I consider myself a little unusual as I purchase DVDs and Blu-ray discs. Some I have purchased recently proudly state on the packet DVD+UltraViolet or BluRay+UltraViolet. What is UltraViolet, and why should I care? As it stands, anything I want format shifted I do with HandBrake, and my home bandwidth means streaming isn’t really practical. Thanks, Violet Crumbled
UltraViolet (UV) is a cloud-based video distribution service designed to give you fuss-free access to your entertainment library on a range of different platforms. It’s basically a bonus digital copy that’s stored online for streaming and/or downloading via a redeemable proof-of-purchase code.
When you redeem a UV code, your rights to the corresponding movie or TV show will be automatically confirmed across all partnering retailers, streaming services and media players.
In other words, it allows you to watch your movies on multiple devices without faffing about with shared network folders or USB thumb drives. This is the chief selling point of UltraViolet: unlike most digital movie services, it keeps all your purchases under a single unified account (in theory at least.)
JB Hi-Fi and EzyFlix are the two key Australian retailers who partner with UltraViolet, although you can buy UV-bundled DVDs and Blurays from a range of other suppliers — just look for the distinctive purple bordering on the cases.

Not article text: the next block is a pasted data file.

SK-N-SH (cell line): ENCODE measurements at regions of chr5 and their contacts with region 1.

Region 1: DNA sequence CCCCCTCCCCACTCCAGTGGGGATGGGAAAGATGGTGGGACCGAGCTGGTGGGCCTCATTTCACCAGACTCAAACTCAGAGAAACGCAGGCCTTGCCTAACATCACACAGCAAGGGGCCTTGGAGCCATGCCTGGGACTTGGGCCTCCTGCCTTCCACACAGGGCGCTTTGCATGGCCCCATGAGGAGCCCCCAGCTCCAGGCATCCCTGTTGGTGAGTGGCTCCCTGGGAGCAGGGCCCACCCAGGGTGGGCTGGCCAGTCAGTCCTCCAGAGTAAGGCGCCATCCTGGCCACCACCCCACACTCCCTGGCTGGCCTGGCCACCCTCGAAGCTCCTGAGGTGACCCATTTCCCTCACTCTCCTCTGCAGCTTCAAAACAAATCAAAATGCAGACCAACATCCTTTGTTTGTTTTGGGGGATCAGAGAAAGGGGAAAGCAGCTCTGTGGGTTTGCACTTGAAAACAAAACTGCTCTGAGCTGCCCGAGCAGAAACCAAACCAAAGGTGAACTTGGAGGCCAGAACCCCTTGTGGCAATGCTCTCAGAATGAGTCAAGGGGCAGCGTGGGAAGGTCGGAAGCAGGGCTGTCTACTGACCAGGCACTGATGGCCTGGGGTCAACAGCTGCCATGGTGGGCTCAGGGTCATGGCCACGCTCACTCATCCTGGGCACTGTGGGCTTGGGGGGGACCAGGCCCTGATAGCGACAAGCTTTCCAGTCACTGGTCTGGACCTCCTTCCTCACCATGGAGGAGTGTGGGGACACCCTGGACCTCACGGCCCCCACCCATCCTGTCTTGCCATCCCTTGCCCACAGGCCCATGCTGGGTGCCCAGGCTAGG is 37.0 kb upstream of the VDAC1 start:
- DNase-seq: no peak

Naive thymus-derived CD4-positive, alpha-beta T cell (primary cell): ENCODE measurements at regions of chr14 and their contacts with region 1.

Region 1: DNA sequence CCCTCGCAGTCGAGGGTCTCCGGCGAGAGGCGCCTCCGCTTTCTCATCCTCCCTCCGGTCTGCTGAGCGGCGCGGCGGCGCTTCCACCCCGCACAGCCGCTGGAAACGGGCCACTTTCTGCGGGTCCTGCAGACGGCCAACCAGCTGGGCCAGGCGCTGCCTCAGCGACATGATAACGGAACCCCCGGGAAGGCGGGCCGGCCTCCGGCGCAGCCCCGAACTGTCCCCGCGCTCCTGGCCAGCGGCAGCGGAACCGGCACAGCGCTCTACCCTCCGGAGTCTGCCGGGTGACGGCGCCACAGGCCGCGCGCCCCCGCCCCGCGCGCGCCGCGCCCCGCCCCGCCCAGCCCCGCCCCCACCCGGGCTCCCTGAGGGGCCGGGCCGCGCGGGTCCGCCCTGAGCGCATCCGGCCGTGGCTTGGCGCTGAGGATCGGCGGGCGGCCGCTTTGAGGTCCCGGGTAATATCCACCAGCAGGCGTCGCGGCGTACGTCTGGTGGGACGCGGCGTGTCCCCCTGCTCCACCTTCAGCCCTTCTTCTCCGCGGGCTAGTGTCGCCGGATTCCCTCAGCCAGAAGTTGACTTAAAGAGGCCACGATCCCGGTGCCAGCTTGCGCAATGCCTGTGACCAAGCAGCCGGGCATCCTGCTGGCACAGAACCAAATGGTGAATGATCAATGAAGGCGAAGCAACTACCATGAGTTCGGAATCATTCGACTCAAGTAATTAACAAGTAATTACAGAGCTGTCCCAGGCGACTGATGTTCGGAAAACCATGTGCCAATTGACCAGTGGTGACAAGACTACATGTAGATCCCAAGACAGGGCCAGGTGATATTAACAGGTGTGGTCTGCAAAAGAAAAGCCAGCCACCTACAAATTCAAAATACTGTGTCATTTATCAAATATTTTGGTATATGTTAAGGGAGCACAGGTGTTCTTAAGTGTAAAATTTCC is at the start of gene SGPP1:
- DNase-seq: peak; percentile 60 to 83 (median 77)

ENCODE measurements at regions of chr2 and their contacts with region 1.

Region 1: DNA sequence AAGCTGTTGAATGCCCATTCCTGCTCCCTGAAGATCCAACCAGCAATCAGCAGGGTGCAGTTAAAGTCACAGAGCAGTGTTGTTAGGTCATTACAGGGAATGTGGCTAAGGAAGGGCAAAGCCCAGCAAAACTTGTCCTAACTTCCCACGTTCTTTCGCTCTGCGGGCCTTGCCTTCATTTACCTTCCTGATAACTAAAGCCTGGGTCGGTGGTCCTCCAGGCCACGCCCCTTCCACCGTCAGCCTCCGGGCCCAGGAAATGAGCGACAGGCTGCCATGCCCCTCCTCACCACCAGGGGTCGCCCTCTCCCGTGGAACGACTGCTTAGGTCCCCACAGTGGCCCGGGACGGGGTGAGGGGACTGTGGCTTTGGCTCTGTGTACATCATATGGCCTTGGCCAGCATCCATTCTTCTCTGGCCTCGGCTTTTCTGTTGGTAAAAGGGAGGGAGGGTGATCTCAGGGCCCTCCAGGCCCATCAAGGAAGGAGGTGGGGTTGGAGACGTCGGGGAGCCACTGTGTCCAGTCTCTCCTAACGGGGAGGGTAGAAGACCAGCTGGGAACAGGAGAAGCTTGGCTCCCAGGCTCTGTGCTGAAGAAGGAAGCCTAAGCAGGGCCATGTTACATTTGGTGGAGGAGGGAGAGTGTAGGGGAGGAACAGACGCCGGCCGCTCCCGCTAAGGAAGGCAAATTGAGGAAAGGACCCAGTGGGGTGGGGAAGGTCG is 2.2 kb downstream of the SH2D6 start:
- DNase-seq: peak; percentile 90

There are a few existing drawbacks to UV, however. As is par for the course with this sort of thing, the Australian version currently lacks some of the best US features, including the ability to transfer your old DVD and Blu-ray collection to UltraViolet for a small fee.
There are also occasional compatibility issues between partnering platforms — an UltraViolet title you buy from JB Hi-Fi might not necessarily play on the EzyFlix app and vice versa. This effectively robs the service of its much-touted agnostic benefits.
So should you care? Probably not. Retailers don’t charge a premium for UltraViolet discs, so it’s not going to cost you anything extra. If you’re happy with your existing digital move library, our advice is to ignore the codes and continue using HandBrake.
You could also try flogging them on eBay — UltraViolet codes tend to sell for between $3 and $8, depending on the movie. If you’re a prolific Blu-ray/DVD purchaser, this could actually turn into a decent money spinner!
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